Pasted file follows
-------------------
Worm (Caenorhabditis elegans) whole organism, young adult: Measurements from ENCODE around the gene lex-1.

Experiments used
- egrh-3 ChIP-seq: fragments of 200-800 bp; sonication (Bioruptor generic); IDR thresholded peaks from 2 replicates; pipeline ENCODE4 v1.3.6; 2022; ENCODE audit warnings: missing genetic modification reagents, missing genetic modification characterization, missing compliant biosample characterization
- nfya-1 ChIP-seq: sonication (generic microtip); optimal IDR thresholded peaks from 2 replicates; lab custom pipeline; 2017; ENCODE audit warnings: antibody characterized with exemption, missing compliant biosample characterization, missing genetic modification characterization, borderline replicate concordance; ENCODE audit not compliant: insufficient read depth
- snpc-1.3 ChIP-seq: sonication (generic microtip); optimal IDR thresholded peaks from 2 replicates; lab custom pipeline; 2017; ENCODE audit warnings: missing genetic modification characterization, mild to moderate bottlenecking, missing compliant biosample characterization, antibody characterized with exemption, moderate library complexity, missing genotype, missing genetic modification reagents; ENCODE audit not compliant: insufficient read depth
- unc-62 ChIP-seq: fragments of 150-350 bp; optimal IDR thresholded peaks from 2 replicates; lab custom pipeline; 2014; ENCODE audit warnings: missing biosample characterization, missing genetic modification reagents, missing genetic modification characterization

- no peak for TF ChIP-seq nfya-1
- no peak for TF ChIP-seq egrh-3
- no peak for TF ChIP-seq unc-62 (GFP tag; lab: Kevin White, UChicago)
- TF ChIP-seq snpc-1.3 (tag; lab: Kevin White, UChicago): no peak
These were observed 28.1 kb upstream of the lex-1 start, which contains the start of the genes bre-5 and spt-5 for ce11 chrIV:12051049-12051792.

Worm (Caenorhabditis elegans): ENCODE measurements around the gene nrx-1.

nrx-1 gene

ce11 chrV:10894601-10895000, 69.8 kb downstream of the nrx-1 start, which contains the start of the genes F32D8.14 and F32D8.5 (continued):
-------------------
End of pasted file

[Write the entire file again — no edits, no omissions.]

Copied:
Worm (Caenorhabditis elegans) whole organism, young adult: Measurements from ENCODE around the gene lex-1.

Experiments used
- egrh-3 ChIP-seq: fragments of 200-800 bp; sonication (Bioruptor generic); IDR thresholded peaks from 2 replicates; pipeline ENCODE4 v1.3.6; 2022; ENCODE audit warnings: missing genetic modification reagents, missing genetic modification characterization, missing compliant biosample characterization
- nfya-1 ChIP-seq: sonication (generic microtip); optimal IDR thresholded peaks from 2 replicates; lab custom pipeline; 2017; ENCODE audit warnings: antibody characterized with exemption, missing compliant biosample characterization, missing genetic modification characterization, borderline replicate concordance; ENCODE audit not compliant: insufficient read depth
- snpc-1.3 ChIP-seq: sonication (generic microtip); optimal IDR thresholded peaks from 2 replicates; lab custom pipeline; 2017; ENCODE audit warnings: missing genetic modification characterization, mild to moderate bottlenecking, missing compliant biosample characterization, antibody characterized with exemption, moderate library complexity, missing genotype, missing genetic modification reagents; ENCODE audit not compliant: insufficient read depth
- unc-62 ChIP-seq: fragments of 150-350 bp; optimal IDR thresholded peaks from 2 replicates; lab custom pipeline; 2014; ENCODE audit warnings: missing biosample characterization, missing genetic modification reagents, missing genetic modification characterization

- no peak for TF ChIP-seq nfya-1
- no peak for TF ChIP-seq egrh-3
- no peak for TF ChIP-seq unc-62 (GFP tag; lab: Kevin White, UChicago)
- TF ChIP-seq snpc-1.3 (tag; lab: Kevin White, UChicago): no peak
These were observed 28.1 kb upstream of the lex-1 start, which contains the start of the genes bre-5 and spt-5 for ce11 chrIV:12051049-12051792.

Worm (Caenorhabditis elegans): ENCODE measurements around the gene nrx-1.

nrx-1 gene

ce11 chrV:10894601-10895000, 69.8 kb downstream of the nrx-1 start, which contains the start of the genes F32D8.14 and F32D8.5 (continued):